The other path is that of realizing from the start that you want to be able to fight while in a relaxed state. This is unnatural at first, but through dedication in soft-style training, you can actually reach the goal more directly.

    I was taught there is internal method of training that builds the framework/structure that promotes softness. Softness being a state of strength through relaxation. The key being that the conscious physical exertion caused by over tension is removed. Without tension, things naturally disappear from consciousness. Another key is why I say strength is because total relaxation is like a wet noodle with no structure, just splats limp on the ground... but to be strong means that there is structure that allows posture to be maintained. So training in soft-style starts with building the framework/structure and ends when using xiantian strength is natural in combat. And this requires taking this into real combat (or at least simulated combat). If not tested into combat, then there is no way to really know if the goal of using xiantian strength effectively in combat has been achieved.


    Hard-style --> soft-style has an advantage that you can hold your own in a fight along the way to xiantian strength.
    soft-style only can lead to not being able to fight your way out of a wet paper bag, but in the end, if tested in combat, it is a more efficient path to xiantian strength.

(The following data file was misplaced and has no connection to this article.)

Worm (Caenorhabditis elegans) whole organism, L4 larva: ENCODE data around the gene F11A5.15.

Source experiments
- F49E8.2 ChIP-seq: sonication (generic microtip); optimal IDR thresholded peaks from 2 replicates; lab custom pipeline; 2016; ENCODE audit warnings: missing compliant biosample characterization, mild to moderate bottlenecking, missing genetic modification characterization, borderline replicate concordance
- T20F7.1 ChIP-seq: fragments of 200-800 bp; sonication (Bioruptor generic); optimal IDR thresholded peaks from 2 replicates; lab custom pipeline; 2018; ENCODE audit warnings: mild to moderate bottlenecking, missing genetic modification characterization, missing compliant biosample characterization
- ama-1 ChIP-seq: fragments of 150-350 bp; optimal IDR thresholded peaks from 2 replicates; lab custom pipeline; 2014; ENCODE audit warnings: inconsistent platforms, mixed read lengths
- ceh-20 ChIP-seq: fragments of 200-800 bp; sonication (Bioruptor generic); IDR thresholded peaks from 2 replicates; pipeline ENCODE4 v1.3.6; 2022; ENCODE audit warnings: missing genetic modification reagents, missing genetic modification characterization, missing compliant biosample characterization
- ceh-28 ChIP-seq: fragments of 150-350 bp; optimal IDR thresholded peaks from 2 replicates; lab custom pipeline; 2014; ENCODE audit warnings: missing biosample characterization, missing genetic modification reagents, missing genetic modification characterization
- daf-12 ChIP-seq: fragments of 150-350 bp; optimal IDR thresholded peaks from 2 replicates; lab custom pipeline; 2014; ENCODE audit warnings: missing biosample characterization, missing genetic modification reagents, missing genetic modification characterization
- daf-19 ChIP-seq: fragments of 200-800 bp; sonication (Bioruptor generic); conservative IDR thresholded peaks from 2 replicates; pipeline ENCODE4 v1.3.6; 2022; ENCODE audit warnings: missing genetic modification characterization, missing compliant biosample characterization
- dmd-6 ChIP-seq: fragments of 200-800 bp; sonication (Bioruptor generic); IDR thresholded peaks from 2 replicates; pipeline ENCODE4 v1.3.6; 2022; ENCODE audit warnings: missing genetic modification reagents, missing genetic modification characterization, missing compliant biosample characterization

Last edited: Sep 2, 2016
  8. YouKnowWho

    YouKnowWho Valued Member

    I don't like that approach for the following reasons:

    1. You always have to wait for your opponent to give you that energy. Your MA skill depend on your opponent's offer. That's not good.
    2. If your opponent pushes on your chest, you may be able to take advantage on it. If your opponent punches on your face, it's very difficult to absorb that energy.
    3. If you can use your footwork, move yourself out of the attacking path, lead your opponent into the emptiness, borrow his force, and add your owe force, you will get much better result.
    4. ...
  9. Rebel Wado

    Rebel Wado Valued Member

    I think how the approach is used is more a philosophical issue than the actual ability.

    I see the ability as finding balance between yin and yang with the key being intent. I've heard it described like doing a push up. Only instead of doing a push up against the ground, it is against an opponent.

    For example, I preemptive strike at an enemy. If I hit them like a sucker punch (they have no intent on hitting me), then that is direct (all Yang). The issue with this sucker punch is maybe they evade out of instinct.

    If I'm really late and the enemy punches at me first, I have to evade and the enemy in the process runs into my punch, then that is indirect (all Yin). The issue with this is maybe I'm too slow and they are able to adjust to my movements and end up hitting me anyway.

    On the other hand, to neutralize, store, and return the energy is to find that balance between Yin, Yang, and intent. I punch the enemy right at the point they have intent to hit me but before they actually follow through. When I hit, maybe this is 70/30 or 80/20 Yang/Yin, and this cuts through their intent, neutralizing it, storing their energy, and releasing it back into them. Because I caught them with intent as they start to move, they have insufficient ability to do anything but get hit and/or bail out.